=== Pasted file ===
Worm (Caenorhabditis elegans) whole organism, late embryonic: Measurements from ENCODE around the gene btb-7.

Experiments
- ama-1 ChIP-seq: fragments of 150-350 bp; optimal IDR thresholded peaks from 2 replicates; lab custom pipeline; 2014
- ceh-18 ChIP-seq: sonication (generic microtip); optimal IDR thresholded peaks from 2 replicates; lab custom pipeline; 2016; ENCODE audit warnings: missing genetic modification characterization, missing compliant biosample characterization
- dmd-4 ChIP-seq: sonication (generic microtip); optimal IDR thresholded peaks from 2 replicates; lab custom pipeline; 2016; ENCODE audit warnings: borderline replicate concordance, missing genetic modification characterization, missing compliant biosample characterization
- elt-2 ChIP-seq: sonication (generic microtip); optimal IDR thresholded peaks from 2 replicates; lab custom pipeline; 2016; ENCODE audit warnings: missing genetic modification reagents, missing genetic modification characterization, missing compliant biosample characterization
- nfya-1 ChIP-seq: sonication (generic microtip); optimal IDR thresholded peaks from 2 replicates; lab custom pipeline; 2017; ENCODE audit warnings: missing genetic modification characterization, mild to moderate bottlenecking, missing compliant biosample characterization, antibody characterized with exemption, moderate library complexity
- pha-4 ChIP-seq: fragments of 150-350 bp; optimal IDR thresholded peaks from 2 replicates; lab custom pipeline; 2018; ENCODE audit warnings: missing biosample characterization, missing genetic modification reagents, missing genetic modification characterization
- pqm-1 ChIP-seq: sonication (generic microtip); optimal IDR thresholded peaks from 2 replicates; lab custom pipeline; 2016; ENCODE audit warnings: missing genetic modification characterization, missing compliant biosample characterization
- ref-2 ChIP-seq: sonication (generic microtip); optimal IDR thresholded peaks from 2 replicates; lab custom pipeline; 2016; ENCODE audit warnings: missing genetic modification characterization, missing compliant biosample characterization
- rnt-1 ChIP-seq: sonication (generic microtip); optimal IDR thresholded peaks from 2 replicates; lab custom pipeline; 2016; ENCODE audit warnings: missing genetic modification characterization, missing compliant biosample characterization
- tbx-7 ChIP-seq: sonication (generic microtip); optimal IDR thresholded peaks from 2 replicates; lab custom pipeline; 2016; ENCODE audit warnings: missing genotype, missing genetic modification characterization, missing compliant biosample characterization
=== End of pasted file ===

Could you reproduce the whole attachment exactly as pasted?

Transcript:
Worm (Caenorhabditis elegans) whole organism, late embryonic: Measurements from ENCODE around the gene btb-7.

Experiments
- ama-1 ChIP-seq: fragments of 150-350 bp; optimal IDR thresholded peaks from 2 replicates; lab custom pipeline; 2014
- ceh-18 ChIP-seq: sonication (generic microtip); optimal IDR thresholded peaks from 2 replicates; lab custom pipeline; 2016; ENCODE audit warnings: missing genetic modification characterization, missing compliant biosample characterization
- dmd-4 ChIP-seq: sonication (generic microtip); optimal IDR thresholded peaks from 2 replicates; lab custom pipeline; 2016; ENCODE audit warnings: borderline replicate concordance, missing genetic modification characterization, missing compliant biosample characterization
- elt-2 ChIP-seq: sonication (generic microtip); optimal IDR thresholded peaks from 2 replicates; lab custom pipeline; 2016; ENCODE audit warnings: missing genetic modification reagents, missing genetic modification characterization, missing compliant biosample characterization
- nfya-1 ChIP-seq: sonication (generic microtip); optimal IDR thresholded peaks from 2 replicates; lab custom pipeline; 2017; ENCODE audit warnings: missing genetic modification characterization, mild to moderate bottlenecking, missing compliant biosample characterization, antibody characterized with exemption, moderate library complexity
- pha-4 ChIP-seq: fragments of 150-350 bp; optimal IDR thresholded peaks from 2 replicates; lab custom pipeline; 2018; ENCODE audit warnings: missing biosample characterization, missing genetic modification reagents, missing genetic modification characterization
- pqm-1 ChIP-seq: sonication (generic microtip); optimal IDR thresholded peaks from 2 replicates; lab custom pipeline; 2016; ENCODE audit warnings: missing genetic modification characterization, missing compliant biosample characterization
- ref-2 ChIP-seq: sonication (generic microtip); optimal IDR thresholded peaks from 2 replicates; lab custom pipeline; 2016; ENCODE audit warnings: missing genetic modification characterization, missing compliant biosample characterization
- rnt-1 ChIP-seq: sonication (generic microtip); optimal IDR thresholded peaks from 2 replicates; lab custom pipeline; 2016; ENCODE audit warnings: missing genetic modification characterization, missing compliant biosample characterization
- tbx-7 ChIP-seq: sonication (generic microtip); optimal IDR thresholded peaks from 2 replicates; lab custom pipeline; 2016; ENCODE audit warnings: missing genotype, missing genetic modification characterization, missing compliant biosample characterization